Consuming cannabis for athletic performance may seem contradictory, especially if your experience has been that marijuana slows you down or makes you sleepy. But one person who absolutely believes that marijuana can help athletes is Seibo Shen. Seibo is a jiu-jitsu fighter who founded Cannathlete, a company that develops products and training programs for athletes. Cannathlete uses cannabis as part of regimented and custom-made training programs to bring competitors’ performances to the next level. He also founded VapeXhale, maker of high-quality, hand-blown glass cannabis vaporizers that feature precise temperature controls for a truly efficient vaping experience.
Seibo is passionate about marijuana and its use in sports and athletic endeavors for those who tolerate the plant well. He was kind enough to answer questions from the HelloMD community about how cannabis could fit into sports performance and recovery programs. And he shared how he personally consumes cannabis for focus, endurance and healing.
I grew up playing many different sports, but currently I do Brazilian jiu-jitsu, which is a form of submission grappling. I compete professionally. There is a masters and executives division for people over the age of 40, but I currently compete in the 18–30 bracket.
Before a competition, I will typically take about 250 milligrams of some form of THC edible about 90 minutes prior to the competition. The competitions usually last anywhere from four to eight hours, so I like to take an edible because it lasts throughout the competition. And once the competition is over, I'll take a CBD tincture to help with the injuries
With THC, the focus side of things, obviously you can overdo it, so we at CannAthlete have come up with some new language. So we have medication; we have intoxication; and for athletic performance, we want activation.
Cannabis activation means being the best version of yourself. And to be the best version of yourself, you have to be present. So whether you're a CEO like myself or a professional athlete, many times while we're working out or competing, we're thinking about all the various things that we have to do, whether it's picking up the kids, a shopping list.
Answer: I always like to use words that rhyme, so it's easy for people to remember. So, I say start slow and low. So slow and low is utilizing low dosages and having longer periods of time in between doses.
So, one great way to start off is with a low dosage at nighttime. If your body agrees with it, and you like the way you feel with that dosage, then you should try it during the daytime with the sport of choice that you're trying to enhance your performance in. And by utilizing a methodology like that, you could slowly up the amount of tetrahydrocannabinol (THC) and cannabinoids that you're ingesting until you are at that perfect level where you think that you will be present and in the zone.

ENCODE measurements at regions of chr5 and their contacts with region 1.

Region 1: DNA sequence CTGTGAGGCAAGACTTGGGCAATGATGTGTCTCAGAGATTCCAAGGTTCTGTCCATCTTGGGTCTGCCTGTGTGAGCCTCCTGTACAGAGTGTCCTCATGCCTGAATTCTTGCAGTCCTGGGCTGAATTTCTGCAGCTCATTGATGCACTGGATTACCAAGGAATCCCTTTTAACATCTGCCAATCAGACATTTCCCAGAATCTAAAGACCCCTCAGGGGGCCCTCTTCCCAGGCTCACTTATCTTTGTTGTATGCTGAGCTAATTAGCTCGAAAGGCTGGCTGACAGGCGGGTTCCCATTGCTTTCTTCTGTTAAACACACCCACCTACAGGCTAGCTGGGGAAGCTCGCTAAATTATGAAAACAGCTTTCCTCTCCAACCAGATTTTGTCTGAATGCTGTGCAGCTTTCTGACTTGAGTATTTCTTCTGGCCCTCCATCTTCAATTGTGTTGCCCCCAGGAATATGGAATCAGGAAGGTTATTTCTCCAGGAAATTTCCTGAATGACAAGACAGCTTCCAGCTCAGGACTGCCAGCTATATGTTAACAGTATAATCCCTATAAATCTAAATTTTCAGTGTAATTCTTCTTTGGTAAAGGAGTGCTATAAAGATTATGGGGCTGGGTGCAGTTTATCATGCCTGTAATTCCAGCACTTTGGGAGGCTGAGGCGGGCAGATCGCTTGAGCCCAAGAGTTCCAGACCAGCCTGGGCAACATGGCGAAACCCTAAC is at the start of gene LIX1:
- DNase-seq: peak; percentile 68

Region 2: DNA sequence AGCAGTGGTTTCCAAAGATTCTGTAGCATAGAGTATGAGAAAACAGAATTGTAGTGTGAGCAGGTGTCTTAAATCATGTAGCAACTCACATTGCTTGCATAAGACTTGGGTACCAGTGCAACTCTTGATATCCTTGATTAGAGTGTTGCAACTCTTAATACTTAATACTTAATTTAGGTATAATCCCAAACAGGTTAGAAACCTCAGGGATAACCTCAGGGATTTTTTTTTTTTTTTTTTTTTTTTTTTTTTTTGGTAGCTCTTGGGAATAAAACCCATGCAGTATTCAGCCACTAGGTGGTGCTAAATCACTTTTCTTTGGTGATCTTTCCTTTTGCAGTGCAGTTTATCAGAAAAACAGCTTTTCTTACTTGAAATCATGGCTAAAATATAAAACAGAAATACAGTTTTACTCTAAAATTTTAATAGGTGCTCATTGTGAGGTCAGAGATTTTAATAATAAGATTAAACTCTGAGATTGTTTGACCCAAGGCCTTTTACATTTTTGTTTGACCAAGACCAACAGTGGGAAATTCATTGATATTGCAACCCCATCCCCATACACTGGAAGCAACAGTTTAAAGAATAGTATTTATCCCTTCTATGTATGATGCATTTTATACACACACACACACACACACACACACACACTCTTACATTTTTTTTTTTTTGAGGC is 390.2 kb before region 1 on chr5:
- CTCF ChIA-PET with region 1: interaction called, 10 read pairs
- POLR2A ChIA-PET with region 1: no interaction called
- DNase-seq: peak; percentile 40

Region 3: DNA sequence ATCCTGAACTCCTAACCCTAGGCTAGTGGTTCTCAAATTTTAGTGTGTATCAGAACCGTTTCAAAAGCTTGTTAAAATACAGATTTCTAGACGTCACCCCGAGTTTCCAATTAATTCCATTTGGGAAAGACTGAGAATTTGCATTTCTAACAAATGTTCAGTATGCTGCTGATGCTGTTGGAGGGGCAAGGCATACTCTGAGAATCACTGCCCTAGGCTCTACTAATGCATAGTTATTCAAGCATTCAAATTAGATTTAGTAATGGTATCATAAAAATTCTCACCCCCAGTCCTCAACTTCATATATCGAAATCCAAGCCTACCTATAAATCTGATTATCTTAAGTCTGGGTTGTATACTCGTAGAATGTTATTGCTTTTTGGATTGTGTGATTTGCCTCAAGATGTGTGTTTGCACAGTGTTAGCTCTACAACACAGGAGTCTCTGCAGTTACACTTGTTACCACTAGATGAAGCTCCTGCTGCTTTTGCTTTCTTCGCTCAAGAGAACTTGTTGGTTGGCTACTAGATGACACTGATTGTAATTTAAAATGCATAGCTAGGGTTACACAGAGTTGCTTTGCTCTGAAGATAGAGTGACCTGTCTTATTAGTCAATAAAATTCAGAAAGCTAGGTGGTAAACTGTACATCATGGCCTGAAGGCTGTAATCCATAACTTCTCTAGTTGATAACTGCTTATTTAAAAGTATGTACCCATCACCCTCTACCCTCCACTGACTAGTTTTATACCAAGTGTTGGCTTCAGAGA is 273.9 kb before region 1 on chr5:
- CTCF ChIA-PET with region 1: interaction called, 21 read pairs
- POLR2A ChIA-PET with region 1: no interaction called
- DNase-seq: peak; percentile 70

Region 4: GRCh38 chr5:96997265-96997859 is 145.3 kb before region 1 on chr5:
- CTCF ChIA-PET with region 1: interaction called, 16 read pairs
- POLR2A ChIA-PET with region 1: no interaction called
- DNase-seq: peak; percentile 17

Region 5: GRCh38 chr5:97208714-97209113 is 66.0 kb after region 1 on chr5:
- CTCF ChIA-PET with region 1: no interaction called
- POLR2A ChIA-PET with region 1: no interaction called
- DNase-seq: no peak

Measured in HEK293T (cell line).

Answer: One of the things that I learned that may surprise a lot of people by utilizing cannabis with my training regimen is just being able to listen to my body a bit more closely. I think a lot of the sports that we play, a lot of the coaches that teach us how to play these sports, they always tell you to push through the pain. And many times, by pushing through the pain, you will get a lot of great results.
But as you get older, understanding when you are just feeling pain versus when you’re injured is a very, very good skill to learn. And by utilizing cannabis, I noticed that the mind-body connection is much stronger, and I could start realizing when I'm actually injured versus when I need to push through the pain. And I think being able to delineate the two was a huge barrier for me to break through. Because many times when you are playing combat sports, you don't want to look like the weakest person on the team. But if you are really injured, you need to pull yourself out.
Answer: That's a really great question. And if we go back to cannabis helping athletes improve their focus, I know that for, let's just say myself. When I first started doing yoga—I'm a highly competitive person, I would look at everybody else and go, “Oh, she's lower than me or she's doing this stretch better than me,” and I would often find myself comparing myself to other students or just thinking about all the other tasks that I have to do after the yoga class.
So, for someone like yourself, by consuming cannabis before going to yoga, it could help you improve your focus, really have that stronger mind-body connection so that you could really feel the stretch. And I also found that because breathing is such a big part of yoga, I am very conscious and aware of my breath when I'm breathing too quickly or too slowly, and by being conscious of my breath I am able to utilize that to further relax myself. And that's how I think you could really incorporate cannabis into your yoga routine.
Answer: Yeah, absolutely. So, there's many studies that have shown that cannabinoids are a strong anti-inflammatory. On top of that, there's a lot of emotional well-being that you get from consuming cannabis that helps with sports recovery. But for our athletes, the anti-inflammatory properties are so strong—much better than Advil, acetaminophen. And we found that the side effects are so much less for cannabinoids that it's something that they could use consistently and throughout the day as well.
People have said THC with the rest of the cannabinoids have an entourage effect. But I recently heard that the cannabinoids have more of an ensemble effect where there's not one main lead but it's all the cannabinoids working in concert with each other. So just like whole foods are better than taking a multivitamin, we always recommend that when you're consuming cannabis, get a full spectrum of the cannabinoids.
Photo credit: Bradley Wentzel